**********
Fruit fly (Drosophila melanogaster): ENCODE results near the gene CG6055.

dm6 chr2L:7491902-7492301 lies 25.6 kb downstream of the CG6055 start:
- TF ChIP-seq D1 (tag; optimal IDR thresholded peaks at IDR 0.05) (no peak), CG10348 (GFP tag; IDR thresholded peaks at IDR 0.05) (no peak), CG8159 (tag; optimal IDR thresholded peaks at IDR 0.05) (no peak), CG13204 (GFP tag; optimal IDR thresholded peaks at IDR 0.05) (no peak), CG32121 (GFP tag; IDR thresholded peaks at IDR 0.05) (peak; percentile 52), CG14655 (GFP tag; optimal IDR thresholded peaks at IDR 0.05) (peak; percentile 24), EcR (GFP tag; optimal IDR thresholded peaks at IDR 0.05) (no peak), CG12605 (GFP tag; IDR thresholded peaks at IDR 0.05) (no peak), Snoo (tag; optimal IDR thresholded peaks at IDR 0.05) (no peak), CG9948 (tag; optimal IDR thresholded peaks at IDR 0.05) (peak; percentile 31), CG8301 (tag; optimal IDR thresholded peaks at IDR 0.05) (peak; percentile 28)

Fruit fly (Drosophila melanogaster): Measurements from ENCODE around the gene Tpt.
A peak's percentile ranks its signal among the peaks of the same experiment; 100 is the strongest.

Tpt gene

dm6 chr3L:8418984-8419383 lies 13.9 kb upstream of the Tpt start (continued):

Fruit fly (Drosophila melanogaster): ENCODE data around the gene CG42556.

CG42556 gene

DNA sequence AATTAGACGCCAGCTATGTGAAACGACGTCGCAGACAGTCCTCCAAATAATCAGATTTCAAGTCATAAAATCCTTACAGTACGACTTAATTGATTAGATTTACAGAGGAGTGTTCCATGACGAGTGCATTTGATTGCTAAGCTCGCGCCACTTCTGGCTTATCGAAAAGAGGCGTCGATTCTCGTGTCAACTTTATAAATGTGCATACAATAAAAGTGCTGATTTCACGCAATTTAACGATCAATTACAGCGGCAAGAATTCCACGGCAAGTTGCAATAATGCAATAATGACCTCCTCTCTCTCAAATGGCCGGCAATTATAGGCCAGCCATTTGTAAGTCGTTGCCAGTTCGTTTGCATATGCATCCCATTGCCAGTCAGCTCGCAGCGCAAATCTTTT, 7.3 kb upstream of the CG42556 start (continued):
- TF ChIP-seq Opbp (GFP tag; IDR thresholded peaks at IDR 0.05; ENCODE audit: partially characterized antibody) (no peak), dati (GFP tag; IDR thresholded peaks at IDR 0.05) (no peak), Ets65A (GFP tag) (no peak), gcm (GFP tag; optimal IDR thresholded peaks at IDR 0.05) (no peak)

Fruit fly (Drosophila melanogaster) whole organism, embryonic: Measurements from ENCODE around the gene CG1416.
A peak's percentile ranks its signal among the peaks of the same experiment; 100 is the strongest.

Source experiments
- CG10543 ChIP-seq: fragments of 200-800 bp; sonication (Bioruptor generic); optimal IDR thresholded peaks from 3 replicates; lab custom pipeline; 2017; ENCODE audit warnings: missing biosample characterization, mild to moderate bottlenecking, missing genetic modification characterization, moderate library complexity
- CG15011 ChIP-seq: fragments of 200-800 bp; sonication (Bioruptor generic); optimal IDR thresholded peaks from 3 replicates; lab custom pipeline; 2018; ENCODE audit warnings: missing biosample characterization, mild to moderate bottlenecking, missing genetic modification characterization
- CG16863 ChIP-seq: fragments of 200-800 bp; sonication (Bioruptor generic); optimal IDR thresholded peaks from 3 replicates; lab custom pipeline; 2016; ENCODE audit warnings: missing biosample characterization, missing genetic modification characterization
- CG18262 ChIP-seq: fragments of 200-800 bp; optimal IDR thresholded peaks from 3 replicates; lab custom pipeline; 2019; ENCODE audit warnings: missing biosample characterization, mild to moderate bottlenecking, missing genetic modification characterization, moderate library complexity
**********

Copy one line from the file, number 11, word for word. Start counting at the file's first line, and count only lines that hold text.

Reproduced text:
- TF ChIP-seq Opbp (GFP tag; IDR thresholded peaks at IDR 0.05; ENCODE audit: partially characterized antibody) (no peak), dati (GFP tag; IDR thresholded peaks at IDR 0.05) (no peak), Ets65A (GFP tag) (no peak), gcm (GFP tag; optimal IDR thresholded peaks at IDR 0.05) (no peak)